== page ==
I’m definitely one of those people who see both sides of the coin when it comes to changing your name after you get married, and I completely understand that it is a personal choice that has a lot of factors, and that you should take those factors into consideration when trying to decide if you should change your last name. To help make it a little easier, I thought I would share some tales and advice from both ends of the spectrum, because I have wonderful friends and family who have chosen to keep their names, take their husband’s names and even join them together. I am writing this new post as a short two part series to introduce you to the wonderful people that I know and love, and you can read about why they chose what they chose, and help you consider your options if you are an engaged woman wondering what to do. There are no right or wrong answers when it comes to your own personal choices and preferences, so read the entries, consider the options and do what makes you feel right!
Changing from Courtney Lewis to Courtney Carr
Choosing to change my name from Courtney Lewis to Courtney Carr after marriage wasn’t something that I needed to strongly consider – I was down for it from the start. Many people actually asked me why I wanted to get married, and it wasn’t for any religious or cultural reasons, family background, for my children or because I wanted to become a whole different person. I got married because I love my husband Byron and I wanted the honour of being his wife, and that included sharing and taking his name.
It helped that at the time, I was becoming a whole new person. I was confident, understanding, and strong from the years being Courtney Lewis. I was coming into my own, developing my own interests and keen to develop a new sense of style that works with me and my body type. I hadn’t done anything outstanding professionally that would be a hindrance when changing my name, and I was keen to take on the full opportunities of the person that I was becoming. Changing my name was not only joining my husband in a partnership, but was a chance for a fresh start and to embrace change. It was a positive choice that I made because I wanted to, and that’s ok!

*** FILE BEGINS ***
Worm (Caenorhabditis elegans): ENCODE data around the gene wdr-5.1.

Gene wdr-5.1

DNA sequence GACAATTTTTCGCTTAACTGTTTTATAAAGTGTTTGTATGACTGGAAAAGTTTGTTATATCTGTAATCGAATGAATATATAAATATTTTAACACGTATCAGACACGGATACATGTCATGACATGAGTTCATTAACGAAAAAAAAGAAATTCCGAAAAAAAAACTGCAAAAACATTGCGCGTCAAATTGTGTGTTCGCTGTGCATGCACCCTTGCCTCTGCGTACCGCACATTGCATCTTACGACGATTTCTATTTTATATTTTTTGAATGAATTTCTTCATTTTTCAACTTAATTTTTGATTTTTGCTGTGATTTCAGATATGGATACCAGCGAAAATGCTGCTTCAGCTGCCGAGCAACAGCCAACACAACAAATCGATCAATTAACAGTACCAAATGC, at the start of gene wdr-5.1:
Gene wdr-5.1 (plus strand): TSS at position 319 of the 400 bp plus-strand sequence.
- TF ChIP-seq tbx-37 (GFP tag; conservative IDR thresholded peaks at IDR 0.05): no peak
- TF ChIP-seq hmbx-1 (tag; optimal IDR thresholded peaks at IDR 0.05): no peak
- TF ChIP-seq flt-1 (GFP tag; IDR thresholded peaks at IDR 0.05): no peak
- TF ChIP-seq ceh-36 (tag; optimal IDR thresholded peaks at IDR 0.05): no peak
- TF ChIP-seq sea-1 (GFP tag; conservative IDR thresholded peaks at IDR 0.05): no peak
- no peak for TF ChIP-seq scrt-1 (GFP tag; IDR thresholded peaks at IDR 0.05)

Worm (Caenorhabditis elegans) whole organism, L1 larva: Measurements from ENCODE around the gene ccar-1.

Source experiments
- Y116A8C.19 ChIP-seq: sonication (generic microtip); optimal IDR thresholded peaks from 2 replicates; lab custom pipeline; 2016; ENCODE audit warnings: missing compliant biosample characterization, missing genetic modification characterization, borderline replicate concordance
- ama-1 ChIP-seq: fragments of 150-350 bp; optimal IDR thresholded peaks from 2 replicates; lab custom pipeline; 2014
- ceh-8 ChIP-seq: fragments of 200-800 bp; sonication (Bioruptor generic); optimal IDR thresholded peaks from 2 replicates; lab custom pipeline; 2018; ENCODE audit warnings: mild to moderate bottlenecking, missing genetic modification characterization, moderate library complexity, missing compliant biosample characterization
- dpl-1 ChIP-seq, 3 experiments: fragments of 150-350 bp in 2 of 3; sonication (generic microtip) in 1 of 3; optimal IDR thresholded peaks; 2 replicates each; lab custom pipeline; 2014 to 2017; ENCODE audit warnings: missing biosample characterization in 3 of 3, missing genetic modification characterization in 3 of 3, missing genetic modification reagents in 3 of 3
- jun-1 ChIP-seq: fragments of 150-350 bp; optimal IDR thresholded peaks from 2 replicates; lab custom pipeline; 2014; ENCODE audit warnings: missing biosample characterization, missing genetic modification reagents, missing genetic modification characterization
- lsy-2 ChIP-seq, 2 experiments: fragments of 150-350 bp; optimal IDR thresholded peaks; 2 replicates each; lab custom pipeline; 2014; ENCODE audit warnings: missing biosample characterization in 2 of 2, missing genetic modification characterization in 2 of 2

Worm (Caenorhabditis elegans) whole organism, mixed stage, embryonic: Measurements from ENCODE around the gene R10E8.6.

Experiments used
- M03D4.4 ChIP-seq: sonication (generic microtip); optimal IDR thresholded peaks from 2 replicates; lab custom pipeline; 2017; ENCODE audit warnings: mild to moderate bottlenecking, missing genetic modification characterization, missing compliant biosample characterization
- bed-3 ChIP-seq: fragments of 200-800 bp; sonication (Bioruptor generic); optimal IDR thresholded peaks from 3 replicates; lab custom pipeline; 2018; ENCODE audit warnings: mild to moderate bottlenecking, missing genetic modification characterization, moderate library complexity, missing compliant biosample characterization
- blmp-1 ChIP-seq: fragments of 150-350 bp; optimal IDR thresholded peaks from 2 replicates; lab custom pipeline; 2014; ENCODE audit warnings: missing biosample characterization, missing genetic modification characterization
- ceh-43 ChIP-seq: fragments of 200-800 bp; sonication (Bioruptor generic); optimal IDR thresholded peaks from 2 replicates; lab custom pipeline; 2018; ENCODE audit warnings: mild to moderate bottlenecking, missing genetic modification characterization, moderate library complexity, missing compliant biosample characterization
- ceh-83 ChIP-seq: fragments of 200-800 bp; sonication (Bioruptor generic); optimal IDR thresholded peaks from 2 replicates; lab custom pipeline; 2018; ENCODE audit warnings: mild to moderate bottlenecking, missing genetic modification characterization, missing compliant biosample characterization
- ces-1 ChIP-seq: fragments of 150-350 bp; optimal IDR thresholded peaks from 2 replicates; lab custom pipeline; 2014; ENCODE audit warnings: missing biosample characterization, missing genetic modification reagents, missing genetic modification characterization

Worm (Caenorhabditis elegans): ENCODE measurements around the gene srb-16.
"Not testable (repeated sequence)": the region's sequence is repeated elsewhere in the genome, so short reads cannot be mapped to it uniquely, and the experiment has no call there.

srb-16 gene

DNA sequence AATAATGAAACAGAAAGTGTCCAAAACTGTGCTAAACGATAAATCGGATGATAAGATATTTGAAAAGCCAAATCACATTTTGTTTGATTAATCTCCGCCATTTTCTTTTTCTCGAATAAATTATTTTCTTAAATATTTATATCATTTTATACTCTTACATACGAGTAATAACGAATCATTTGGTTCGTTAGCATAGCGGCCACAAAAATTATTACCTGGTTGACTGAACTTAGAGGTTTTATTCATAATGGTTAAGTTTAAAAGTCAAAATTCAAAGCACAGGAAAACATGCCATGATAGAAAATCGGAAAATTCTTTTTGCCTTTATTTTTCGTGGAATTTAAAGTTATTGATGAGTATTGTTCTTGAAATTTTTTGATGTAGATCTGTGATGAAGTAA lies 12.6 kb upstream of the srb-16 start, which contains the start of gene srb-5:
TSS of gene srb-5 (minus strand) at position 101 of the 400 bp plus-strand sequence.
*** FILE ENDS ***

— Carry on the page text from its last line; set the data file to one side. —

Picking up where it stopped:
We did consider our options, if only briefly and in somewhat jest, to combine our names together to become “Lewarr”. Everybody laughed at the possibility mainly because it was so different, but in reality if we had done that it wouldn’t really have changed anything either. Byron agreed that he wanted to remain a Carr out of respect to his paternal line, and because I wanted to join him by name as well as in life and love, I became an alliteration. He was completely respectful to what my wishes were, and I think that’s what really makes a difference when it comes to deciding.
So days into my honeymoon I changed my name on Facebook and it became official, and I never looked back. I changed everything with Courtney Lewis on it but my licence and passport (due to validity reasons) and having the last name of Carr became second nature to me almost instantly. I still identify as being a Lewis, because having a different last name doesn’t mean I’ve lost my family or my roots, it just means that I have planted some more. I love having my husband’s name, and if that is what you choose to do (or not) it’s fine either way!
Changing from Nicole Nesbitt-Allan to Nicole Powell